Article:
Work-Related Eye InjuriesJune 29, 2017
According to the Occupational Safety and Health Administration (OSHA), work-related eye injuries are responsible for approximately $300 million in costs associated with lost productivity, medical treatment, and Workers’ Compensation. With over 20,000 workplace eye injuries occurring in the United States each year, these injuries occur too frequently, considering they are largely preventable if the appropriate safety gear is used. In fact, wearing protective eye gear at all times can prevent over 90 percent of serious eye injuries.
Tips to Prevent Eye Injuries
In order to protect your eyes from things such as flying bits of glass, metal, tools, particles, chemicals, or any other hazards that could injure your eyes, remember to keep the following tips in mind:
- Familiarize yourself with the potential eye safety hazards at work
- Eliminate any hazards prior to starting a task or project.
- Make sure that all guard, screen, and other controls are in place before using
- Always use proper safety gear for the eyes
OSHA recommends specific eye protection based on the types of hazards that are present in the workplace. The safety gear provided at your job should be compliant with these recommendations. For example, if you are working in an environment that has a lot of particles, dust, or chemicals in the air, you should wear safety goggles with side shields. If you are working in the vicinity of hazardous radiation, you should always wear specially designed safety glasses, face shields, or helmets that are specifically made for that type of work, also.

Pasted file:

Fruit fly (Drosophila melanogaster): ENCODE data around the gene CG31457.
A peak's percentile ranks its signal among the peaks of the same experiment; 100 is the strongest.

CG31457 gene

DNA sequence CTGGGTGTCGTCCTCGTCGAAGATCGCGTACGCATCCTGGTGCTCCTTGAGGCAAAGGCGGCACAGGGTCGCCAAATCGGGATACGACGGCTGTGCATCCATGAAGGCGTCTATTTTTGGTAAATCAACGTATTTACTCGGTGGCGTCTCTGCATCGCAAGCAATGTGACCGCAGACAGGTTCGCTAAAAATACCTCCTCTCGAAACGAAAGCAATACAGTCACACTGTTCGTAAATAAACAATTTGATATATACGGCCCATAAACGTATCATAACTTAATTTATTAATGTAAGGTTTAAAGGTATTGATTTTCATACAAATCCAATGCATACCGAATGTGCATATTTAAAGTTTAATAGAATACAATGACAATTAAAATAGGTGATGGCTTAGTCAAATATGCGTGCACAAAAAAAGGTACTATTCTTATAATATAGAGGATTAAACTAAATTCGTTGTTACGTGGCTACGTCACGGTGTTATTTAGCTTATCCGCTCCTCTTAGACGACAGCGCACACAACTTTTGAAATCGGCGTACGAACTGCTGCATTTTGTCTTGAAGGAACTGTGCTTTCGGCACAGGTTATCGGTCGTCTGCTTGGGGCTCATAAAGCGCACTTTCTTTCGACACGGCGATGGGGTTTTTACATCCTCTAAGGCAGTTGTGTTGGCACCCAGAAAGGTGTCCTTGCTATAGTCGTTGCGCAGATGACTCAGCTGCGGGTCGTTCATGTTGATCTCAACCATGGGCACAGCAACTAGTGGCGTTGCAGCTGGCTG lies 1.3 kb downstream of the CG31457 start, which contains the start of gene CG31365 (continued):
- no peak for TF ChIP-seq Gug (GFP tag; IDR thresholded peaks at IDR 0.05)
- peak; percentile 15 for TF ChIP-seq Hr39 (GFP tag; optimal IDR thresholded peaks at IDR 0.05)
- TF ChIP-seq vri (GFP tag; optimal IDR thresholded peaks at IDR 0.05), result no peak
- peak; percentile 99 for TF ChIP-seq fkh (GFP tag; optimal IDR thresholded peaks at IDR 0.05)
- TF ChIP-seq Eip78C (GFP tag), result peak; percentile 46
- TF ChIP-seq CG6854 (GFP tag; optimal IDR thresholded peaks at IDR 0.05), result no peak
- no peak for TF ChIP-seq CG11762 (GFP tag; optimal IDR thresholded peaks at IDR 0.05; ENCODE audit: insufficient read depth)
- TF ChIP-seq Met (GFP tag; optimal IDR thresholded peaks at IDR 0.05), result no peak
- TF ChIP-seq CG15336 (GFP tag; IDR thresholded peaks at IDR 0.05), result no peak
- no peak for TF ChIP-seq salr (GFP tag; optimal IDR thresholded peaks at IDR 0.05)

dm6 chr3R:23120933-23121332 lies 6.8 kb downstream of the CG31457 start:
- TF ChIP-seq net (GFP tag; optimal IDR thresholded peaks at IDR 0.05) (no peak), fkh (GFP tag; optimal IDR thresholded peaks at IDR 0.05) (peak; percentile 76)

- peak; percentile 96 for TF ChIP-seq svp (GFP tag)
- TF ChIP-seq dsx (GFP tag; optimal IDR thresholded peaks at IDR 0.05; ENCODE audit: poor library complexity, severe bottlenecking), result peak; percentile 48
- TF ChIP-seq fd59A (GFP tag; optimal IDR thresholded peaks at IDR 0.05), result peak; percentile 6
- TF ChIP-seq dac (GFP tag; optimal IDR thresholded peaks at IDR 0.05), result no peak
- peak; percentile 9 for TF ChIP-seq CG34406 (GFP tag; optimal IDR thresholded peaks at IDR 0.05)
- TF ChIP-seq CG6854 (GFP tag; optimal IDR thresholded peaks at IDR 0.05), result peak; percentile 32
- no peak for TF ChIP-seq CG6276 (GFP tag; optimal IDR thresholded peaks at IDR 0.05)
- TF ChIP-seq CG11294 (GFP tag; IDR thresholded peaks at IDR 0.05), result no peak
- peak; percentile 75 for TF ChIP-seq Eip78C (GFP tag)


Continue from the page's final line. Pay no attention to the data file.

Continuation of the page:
Signs of a Serious Eye Injury
Eye injuries can range from a minor eye strain to a more severe trauma, vision loss, and permanent blindness. Regardless of the severity of an eye injury, it is always a good idea to have your eyes checked by a medical professional such as an ophthalmologist, who can determine the best course of action based on the type of work injury. Never attempt to treat an eye injury yourself, as certain things could make the injury worse or cause permanent vision loss. If you or another worker has any of the following signs, seek medical help immediately:
- The person is in extreme pain or is having trouble seeing
- There is a cut on the person’s eyelid
- One eye is not moving or focusing like the other one
- One eye is protruding
- The injured eye has an unusually small or large pupil size
- There is blood in the whites of the eye
- There is something in the person’s eye or under the eyelid that cannot be removed
The sooner you are able to have your eye injury examined and treated, the less likely it is that the injury will progress to something worse. If something does not feel right, report the injury and do not hesitate to have it checked, especially if you work in an environment where you are exposed to potential eye irritants.
Baltimore Workers’ Compensation Lawyers at LeViness, Tolzman & Hamilton Represent Workers with Eye Injuries
If you have suffered an eye injury while on the job, you may be entitled to compensation, including lost wages and medical expenses, through your employer’s Workers’ Compensation plan. The Baltimore Workers’ Compensation lawyers at LeViness, Tolzman & Hamilton are on your side and will fight to ensure that you receive the maximum benefits to which you are entitled. We will protect your rights throughout the entire claims process. To schedule a free consultation, call us today at 844-556-4LAW (4529) or contact us online.
Our offices are located in Baltimore, Columbia, Glen Burnie, and Towson, allowing us to serve victims throughout the state of Maryland.